Improved mental ability is a definite benefit to reaching for that cup of joe but it may prove to be more than just a short term benefit. Scientists, whilst observing the likelihood of certain diseases amongst individuals within a population, have found that coffee drinkers seem to be at lower risk of degenerative conditions such as Alzheimer’s and Parkinson’s disease.
This would suggest that there’s no reason to cut out that cup of coffee whilst pursuing a healthier lifestyle.
Less Chance Of Depression
Alongside the reduced chances of Alzheimer’s, scientists have found a link between lower levels of depression and coffee drinkers. Although the mechanism for this remains unclear, it would seem that coffee does have an impact on improving the quality of life both now and in the future.
Antioxidants are powerful chemicals that rid the body of harmful unstable molecules called free radicals. These are produced as a by-product of metabolic processes in the body and if they are not removed they cause cell damage.
Over time this can lead to many disease processes and even cancer. Antioxidants are found in lots of fresh fruit and vegetables and also coffee!!! This is yet another great reason to enjoy that morning cup of java.
At this stage, with all the benefits listed above, it comes as no surprise that coffee consumption has a positive effect on lifespan. Several studies have found a correlation between these factors and this adds more information to prove coffee could be considered a health drink.
As Well As Drinking Coffee, How Do I Avoid Liver Issues In The Future?
If you are concerned about your liver health long term or know liver disease runs in the family then there are things you can do to help support a happy and healthy liver long term.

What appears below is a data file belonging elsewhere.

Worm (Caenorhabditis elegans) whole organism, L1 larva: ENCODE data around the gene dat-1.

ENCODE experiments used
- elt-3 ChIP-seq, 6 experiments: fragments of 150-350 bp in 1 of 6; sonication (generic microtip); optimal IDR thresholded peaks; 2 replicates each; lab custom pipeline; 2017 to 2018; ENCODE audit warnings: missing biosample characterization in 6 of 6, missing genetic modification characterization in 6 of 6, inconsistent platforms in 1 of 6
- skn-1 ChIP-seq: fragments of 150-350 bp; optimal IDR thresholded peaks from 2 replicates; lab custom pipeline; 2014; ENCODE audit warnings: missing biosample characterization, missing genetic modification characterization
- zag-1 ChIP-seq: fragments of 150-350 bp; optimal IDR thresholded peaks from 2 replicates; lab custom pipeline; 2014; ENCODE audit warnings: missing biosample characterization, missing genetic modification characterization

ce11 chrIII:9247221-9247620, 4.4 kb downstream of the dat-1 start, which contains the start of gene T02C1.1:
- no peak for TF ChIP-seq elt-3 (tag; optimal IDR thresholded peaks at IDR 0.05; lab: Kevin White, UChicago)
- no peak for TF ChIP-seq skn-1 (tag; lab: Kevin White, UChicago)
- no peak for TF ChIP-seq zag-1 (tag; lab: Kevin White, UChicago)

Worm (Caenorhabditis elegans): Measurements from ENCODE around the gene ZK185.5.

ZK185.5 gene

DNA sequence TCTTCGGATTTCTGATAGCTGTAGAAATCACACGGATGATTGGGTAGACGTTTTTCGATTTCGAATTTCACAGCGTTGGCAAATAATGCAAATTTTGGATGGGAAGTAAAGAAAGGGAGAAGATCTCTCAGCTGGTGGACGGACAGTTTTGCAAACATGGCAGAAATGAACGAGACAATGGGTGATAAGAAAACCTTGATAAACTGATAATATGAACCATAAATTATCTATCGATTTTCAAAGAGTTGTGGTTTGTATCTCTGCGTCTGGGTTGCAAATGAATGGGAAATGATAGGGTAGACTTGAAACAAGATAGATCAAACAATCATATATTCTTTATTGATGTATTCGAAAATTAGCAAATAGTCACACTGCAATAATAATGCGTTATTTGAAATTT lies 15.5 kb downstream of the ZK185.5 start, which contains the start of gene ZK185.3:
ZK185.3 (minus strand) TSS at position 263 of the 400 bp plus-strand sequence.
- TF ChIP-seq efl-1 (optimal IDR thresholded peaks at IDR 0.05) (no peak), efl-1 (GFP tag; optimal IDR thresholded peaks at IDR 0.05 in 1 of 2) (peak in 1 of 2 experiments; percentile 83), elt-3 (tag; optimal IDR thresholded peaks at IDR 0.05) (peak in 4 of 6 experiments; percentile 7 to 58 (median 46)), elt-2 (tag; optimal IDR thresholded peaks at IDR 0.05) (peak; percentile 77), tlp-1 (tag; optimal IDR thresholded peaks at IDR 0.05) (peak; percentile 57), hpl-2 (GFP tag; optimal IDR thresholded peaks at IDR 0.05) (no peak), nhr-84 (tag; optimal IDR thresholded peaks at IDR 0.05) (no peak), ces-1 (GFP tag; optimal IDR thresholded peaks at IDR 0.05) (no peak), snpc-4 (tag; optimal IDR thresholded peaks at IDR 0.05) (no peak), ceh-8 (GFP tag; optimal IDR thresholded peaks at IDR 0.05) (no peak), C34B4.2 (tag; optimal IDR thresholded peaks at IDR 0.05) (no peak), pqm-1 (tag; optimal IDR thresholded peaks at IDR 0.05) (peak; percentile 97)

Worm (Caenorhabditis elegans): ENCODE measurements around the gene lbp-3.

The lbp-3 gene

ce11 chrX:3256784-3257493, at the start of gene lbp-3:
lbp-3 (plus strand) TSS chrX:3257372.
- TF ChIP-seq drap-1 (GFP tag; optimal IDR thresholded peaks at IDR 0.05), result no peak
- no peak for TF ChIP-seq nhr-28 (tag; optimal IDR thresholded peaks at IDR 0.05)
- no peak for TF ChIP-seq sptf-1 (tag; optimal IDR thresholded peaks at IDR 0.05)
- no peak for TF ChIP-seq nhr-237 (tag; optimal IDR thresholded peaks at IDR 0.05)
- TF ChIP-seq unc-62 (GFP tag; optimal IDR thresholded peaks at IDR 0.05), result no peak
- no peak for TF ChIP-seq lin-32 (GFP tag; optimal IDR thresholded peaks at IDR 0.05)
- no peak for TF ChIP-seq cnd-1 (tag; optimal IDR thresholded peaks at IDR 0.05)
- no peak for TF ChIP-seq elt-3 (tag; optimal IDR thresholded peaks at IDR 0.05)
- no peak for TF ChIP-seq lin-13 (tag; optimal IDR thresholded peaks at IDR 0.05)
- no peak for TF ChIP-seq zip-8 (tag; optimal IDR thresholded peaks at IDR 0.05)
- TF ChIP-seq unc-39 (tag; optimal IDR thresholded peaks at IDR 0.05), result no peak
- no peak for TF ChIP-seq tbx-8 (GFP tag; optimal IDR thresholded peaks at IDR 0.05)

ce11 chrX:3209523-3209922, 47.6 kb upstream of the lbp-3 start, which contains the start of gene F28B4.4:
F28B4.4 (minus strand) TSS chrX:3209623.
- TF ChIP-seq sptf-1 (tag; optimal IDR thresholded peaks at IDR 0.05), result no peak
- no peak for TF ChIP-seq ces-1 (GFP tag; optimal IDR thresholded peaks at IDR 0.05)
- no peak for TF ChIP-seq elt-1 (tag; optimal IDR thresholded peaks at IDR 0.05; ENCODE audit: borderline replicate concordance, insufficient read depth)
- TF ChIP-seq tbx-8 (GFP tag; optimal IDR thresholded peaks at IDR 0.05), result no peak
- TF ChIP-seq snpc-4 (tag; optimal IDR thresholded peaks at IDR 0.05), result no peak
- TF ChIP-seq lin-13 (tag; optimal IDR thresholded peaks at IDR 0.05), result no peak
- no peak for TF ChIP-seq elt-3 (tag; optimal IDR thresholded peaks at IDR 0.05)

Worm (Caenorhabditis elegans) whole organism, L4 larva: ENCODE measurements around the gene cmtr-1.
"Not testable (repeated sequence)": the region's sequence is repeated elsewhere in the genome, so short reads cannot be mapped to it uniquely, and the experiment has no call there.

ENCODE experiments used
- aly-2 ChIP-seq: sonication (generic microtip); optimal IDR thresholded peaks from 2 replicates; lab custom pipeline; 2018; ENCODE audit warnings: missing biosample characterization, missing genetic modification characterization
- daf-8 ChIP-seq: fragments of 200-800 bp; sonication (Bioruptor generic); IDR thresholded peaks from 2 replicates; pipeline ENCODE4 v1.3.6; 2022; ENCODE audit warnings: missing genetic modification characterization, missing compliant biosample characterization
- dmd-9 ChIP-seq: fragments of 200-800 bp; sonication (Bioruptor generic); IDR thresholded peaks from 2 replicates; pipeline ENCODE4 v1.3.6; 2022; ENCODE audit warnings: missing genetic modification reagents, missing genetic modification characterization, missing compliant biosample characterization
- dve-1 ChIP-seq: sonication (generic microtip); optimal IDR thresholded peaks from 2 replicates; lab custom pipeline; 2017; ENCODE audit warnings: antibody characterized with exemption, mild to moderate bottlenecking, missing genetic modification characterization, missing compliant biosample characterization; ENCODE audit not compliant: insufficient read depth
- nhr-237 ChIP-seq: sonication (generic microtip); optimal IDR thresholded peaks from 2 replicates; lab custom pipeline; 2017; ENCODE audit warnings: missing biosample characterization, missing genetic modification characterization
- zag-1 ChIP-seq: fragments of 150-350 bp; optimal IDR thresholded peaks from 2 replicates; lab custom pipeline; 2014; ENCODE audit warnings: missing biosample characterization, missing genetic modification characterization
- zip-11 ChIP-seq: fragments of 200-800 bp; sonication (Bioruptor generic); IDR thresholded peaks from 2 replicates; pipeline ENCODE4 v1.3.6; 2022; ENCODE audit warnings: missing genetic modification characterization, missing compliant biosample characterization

Avoiding alcohol and fatty food is key. Look out for heavily processed foods and anything high in sugar as these can add to liver issues. Recreational drug use is also very detrimental to liver function. Eating plenty of fresh fruit and vegetables and maintaining a healthy weight and active lifestyle is essential. If you are suffering from liver issues it’s important to consult your doctor on what diet would be best for you.
Why You Should Add Salt To Your Coffee (Does It Really Taste Good?)
Salt can fix an over-extracted or burned brew. It mellows out bitter flavors in your coffee and accentuates sweet and umami flavors.
Heavy Cream In Coffee (Let Me Convert You)
Honey in Coffee (It’s the Bees Knees!)
Honey is a safe and delicious addition to hot or cold coffee and has the added benefits of providing you with some healthy antioxidants.
What is French Roast Coffee?
A French roast coffee is one of the darkest roasts you can find. The beans are roasted until the second crack appears.
What Is Chicory Coffee? (Coffee, But Not Coffee)
If you get some chicory roots, roast them and grind them up then you can brew them into a drink similar to coffee.